Darrel’s Dozen 2023: Satisfyingly subversive

For many years, I’ve made a list of 12(ish) films that I judge most important or just plain favorites of the year. This year I’m going to do it a little bit differently. I’ve noted that this is an especially good year for subversion—and art is often good precisely because it is subversive. So, Darrel’s Dozen 2023 films will be the ones I find most ‘satisfyingly subversive’.

  1. Barbie (directed by Greta Gerwig). My first thought on hearing they were making a movie based on the ubiquitous doll best known for destroying self-esteem because of Barbie’s unrealistic figure and looks, I though I wanted nothing to do with it. But when I learned Gerwig was directing and co-writing I was intrigued. When I saw the first trailer, I was hooked. This film takes that doll and not only makes it into a celebration of women and diversity, it skewers corporate culture. It even leaves us room to think about church (cf. Mattel execs in the film) versus a relationship with the Creator (Ruth). From the opening scene mimicking 2001: A Space Odyssey to Barbie’s first visit to the gynecologist, the film was both delightful and a challenge to our perception of the world around us.
  2. American Fiction (directed by Cord Jefferson). A very close second to Barbie in subversion. A black writer told his work isn’t “black enough” turns out what he considers trash as a protest to the idea of cliché tropes, only to have it become a major success. This challenges not just the way we think about race, but about what it means to hear an “authentic” voice. It takes down the publishing and film industries. It takes down critics and literary awards. In fact, it calls into question my including it in this list. But I’m sticking to my choice.
  3. Anatomy of a Fall (directed by Justine Triet). This courtroom drama (which won the Palme d’Or at Cannes) challenges the very concept of truth. When a woman is suspected of killing her husband, the key witness is her blind son. But he is not sure what really happened. Can he choose the truth he wants? Viewers too must deal with the idea of choosing what we will believe. Is there an objective truth or only our subjective interpretation.
  4. Perfect Days (directed by Wim Wenders). Who knew that cleaning public toilets in Tokyo was the way to happiness? Here is a refutation to common ideas of success and fulfillment. I’m sure there’s a good bit of Buddhism’s focus on the transitory and the moment, but there is also a very heavy dose of Ecclesiastes. Also some really good music in the soundtrack.
  5. The Wonderful Story of Henry Sugar (directed by Wes Anderson). This in the longest of several shorts Anderson made based on stories by Roald Dahl. (All of them are worth catching on Netflix.)This film is about visual storytelling, but these shorts are much more dependent on the spoken word. We see scenes acted out, but mostly we listen to rapid fire prose spoken into the camera. This story is about a rich man whose life is changed by a small book—and what it taught him. In turn, he changes the lives of many with his philanthropy, But is it actually a moral story?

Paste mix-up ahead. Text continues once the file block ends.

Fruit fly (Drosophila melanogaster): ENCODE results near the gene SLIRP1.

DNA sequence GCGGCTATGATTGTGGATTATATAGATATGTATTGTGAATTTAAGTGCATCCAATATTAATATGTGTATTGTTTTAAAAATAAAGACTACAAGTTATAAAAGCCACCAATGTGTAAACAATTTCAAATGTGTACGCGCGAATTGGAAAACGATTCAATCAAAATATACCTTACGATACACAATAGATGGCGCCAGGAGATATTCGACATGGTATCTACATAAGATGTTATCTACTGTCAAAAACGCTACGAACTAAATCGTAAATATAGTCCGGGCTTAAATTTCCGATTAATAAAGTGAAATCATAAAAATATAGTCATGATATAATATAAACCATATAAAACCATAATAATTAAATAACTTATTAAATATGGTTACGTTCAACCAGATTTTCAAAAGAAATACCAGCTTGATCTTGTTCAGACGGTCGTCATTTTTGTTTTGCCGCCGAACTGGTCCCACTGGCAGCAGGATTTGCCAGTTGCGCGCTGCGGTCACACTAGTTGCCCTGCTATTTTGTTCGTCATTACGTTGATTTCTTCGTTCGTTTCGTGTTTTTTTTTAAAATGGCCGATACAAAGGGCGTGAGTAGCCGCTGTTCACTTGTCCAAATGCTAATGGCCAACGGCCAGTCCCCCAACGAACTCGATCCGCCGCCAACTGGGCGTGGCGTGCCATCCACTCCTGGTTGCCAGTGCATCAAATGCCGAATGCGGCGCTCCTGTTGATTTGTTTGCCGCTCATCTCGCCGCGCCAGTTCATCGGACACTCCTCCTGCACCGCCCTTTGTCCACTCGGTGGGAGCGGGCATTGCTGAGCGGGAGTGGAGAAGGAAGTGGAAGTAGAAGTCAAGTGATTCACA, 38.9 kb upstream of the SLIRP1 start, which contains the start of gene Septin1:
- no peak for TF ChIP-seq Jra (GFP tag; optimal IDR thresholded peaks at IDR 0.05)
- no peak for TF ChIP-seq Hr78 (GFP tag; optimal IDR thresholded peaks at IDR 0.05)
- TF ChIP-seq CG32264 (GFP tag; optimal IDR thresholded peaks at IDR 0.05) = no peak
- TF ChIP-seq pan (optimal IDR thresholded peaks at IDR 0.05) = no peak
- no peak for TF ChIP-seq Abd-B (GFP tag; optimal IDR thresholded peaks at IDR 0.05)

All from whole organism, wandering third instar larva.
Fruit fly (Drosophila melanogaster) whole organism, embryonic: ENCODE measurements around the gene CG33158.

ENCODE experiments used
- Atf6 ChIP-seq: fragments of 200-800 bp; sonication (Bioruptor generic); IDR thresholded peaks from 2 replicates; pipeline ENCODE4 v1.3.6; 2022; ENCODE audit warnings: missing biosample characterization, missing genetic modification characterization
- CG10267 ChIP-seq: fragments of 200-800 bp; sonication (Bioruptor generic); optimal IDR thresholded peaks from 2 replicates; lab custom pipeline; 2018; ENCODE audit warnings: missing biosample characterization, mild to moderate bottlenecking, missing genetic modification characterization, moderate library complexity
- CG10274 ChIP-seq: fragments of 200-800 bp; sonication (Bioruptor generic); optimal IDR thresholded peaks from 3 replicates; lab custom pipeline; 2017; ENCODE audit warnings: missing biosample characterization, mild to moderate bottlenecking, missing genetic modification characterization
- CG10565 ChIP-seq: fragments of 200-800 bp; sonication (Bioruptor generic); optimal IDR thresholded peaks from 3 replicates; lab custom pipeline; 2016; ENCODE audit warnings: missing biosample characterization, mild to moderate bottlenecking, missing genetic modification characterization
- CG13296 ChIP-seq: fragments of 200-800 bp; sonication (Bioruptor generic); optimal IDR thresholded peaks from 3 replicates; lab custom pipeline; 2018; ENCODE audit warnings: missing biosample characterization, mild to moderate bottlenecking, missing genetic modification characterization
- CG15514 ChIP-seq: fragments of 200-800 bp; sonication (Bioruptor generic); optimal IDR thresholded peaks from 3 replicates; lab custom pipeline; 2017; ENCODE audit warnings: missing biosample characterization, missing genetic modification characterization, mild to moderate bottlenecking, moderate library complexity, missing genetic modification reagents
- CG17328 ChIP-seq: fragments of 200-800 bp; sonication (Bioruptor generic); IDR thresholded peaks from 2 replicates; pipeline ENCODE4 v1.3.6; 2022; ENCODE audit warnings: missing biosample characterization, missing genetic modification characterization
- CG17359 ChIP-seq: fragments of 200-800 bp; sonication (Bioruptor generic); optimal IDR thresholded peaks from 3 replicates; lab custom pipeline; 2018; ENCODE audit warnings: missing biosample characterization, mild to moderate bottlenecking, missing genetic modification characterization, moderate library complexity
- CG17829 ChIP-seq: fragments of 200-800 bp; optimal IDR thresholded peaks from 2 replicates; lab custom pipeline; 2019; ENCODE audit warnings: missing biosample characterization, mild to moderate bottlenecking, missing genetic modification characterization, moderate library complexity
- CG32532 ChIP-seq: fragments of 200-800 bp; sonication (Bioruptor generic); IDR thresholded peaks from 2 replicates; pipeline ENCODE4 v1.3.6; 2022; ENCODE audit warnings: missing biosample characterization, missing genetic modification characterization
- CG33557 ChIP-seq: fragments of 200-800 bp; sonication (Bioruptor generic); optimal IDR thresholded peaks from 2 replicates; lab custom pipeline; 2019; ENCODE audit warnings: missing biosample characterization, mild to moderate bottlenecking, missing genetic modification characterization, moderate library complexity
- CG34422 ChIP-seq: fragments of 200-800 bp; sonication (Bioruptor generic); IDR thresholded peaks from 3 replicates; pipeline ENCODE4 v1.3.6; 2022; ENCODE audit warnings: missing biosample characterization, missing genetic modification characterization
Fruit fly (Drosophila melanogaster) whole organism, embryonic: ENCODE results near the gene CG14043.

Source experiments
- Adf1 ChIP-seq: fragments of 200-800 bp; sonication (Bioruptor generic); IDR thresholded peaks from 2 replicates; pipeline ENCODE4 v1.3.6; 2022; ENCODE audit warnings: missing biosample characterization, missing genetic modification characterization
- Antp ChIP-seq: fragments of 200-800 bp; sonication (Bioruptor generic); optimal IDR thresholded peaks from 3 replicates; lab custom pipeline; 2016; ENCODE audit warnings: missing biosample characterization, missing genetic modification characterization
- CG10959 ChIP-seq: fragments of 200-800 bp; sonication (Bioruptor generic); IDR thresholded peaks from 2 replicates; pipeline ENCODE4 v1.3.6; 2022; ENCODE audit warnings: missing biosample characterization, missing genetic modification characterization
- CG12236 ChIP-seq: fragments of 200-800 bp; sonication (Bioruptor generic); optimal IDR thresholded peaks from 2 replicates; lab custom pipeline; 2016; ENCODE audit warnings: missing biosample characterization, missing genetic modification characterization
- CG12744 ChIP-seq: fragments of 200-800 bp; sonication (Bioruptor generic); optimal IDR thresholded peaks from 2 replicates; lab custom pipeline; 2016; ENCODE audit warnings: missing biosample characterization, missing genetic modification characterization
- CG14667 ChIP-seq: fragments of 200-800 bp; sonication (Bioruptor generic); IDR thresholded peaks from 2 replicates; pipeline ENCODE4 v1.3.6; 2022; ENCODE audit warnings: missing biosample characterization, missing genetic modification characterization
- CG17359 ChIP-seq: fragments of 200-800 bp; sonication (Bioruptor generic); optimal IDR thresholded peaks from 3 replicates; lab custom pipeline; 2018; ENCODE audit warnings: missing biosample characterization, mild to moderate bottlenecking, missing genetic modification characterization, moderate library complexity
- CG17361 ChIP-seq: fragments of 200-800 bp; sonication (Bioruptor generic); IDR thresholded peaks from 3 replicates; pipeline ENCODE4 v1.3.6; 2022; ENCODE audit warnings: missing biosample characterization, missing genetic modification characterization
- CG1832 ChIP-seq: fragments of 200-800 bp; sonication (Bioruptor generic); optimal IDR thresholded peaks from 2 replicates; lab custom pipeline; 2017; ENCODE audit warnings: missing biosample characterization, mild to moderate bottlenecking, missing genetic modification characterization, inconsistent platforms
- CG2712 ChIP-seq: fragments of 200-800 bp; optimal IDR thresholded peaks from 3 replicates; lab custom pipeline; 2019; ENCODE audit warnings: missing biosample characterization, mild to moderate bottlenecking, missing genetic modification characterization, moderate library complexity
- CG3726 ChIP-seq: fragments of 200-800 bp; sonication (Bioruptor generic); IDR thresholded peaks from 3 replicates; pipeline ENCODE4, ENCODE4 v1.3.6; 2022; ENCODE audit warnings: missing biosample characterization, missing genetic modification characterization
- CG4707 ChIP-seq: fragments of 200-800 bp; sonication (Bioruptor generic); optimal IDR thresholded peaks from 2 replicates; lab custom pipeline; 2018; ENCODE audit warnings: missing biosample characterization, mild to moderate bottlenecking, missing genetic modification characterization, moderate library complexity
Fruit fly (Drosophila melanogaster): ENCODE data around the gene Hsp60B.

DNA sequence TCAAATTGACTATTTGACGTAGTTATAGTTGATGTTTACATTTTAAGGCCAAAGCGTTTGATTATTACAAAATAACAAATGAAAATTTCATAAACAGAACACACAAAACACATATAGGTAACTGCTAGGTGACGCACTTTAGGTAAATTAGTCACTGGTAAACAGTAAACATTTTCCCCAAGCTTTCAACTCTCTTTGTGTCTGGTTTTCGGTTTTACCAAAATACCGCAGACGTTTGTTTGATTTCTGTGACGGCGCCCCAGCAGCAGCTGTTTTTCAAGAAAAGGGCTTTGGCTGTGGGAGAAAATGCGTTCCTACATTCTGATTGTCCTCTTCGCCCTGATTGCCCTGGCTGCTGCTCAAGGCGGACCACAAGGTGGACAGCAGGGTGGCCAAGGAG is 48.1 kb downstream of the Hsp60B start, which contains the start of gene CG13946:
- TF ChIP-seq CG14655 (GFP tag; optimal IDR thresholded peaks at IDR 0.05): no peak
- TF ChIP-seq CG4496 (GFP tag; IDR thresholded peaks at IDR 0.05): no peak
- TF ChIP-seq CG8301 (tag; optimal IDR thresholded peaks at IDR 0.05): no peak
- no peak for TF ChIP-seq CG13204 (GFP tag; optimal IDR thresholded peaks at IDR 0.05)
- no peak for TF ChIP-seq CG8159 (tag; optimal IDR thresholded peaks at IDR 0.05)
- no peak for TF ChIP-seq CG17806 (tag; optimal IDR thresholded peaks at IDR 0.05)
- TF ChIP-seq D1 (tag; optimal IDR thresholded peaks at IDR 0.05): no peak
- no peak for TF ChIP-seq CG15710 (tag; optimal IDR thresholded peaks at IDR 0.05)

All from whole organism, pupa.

6. Poor Things (directed by Yorgos Lanthimos). Okay, I’ll admit that anything from Lanthimos is likely to be considered subversive in some sense. Here we have a feminist, steam punk, surreal version of Frankenstein. We watch as a grown woman matures from infancy to adulthood and power. This would make a really interesting double feature with Barbie.
  7. Every Body (directed by Julie Cohen). For most of us gender is requires no thought; we’re born male or female. But there are some for whom that is not true. They are intersex—they are born with both male and female genitalia. In the past, surgery would done early in life to assign a gender. Here is a film that show us three individuals who have taken different routes in dealing with being intersex. Each has found a way to find happiness and contentment in ways that subvert the very idea of gender.
  8. The Theory of Everything (Die Theorie von Allem) (directed by Timm Kröger). This is a piece of sci-fi noir based in quantum physics. It’s a blend of Alfred Hitchcock, David .Lynch, and Philip K. Dick. A nexus of parallel universes leads us to question the truth of truth. I know it must be frustrating when I include films that you may never get a chance to see. But I can hope it ends up available somewhere.
  9. A Still Small Voice (directed by Luke Lorentzen). This doc follows a would-be hospital chaplain during a year of Clinical Pastoral Education. This film makes clear that even those who seek to strengthen the faith of others may face faith struggles of their own.
  10. The Holdovers (directed by Alexander Payne). I think this needs to be added to the canon of Christmas movies. A thoroughly unlikable prep school teacher must care for a student who has nowhere to go for the holidays. Payne is excellent in getting us to bond with unlikeable people. Their frailties make us question our own virtues and strenths.
  11. The Teachers’ Lounge (directed by Ilker Çatak). A first year teacher tries to protect one child from racist based accusations, but ends up in much deeper trouble herself when she accuses a staff member of theft. What starts out as trying to do good brings chaos to the school and her personal life.
  12. Killers of the Flower Moon(directed by Martin Scorsese). A little reminder of the ways that American history is filled with oppression and theft from our indigenous peoples. It portrays our culture as valuing money far greater than justice or even human life. It is an ugly thought, but one that it hard to disprove.

I’ll add in a few movies that may not have been quite as subversive, but are still well worth inclusion in a best of the year list: Past Lives, Oppenheimer, and Maestro.

The new year of film watching awaits. I wonder what will stand out.

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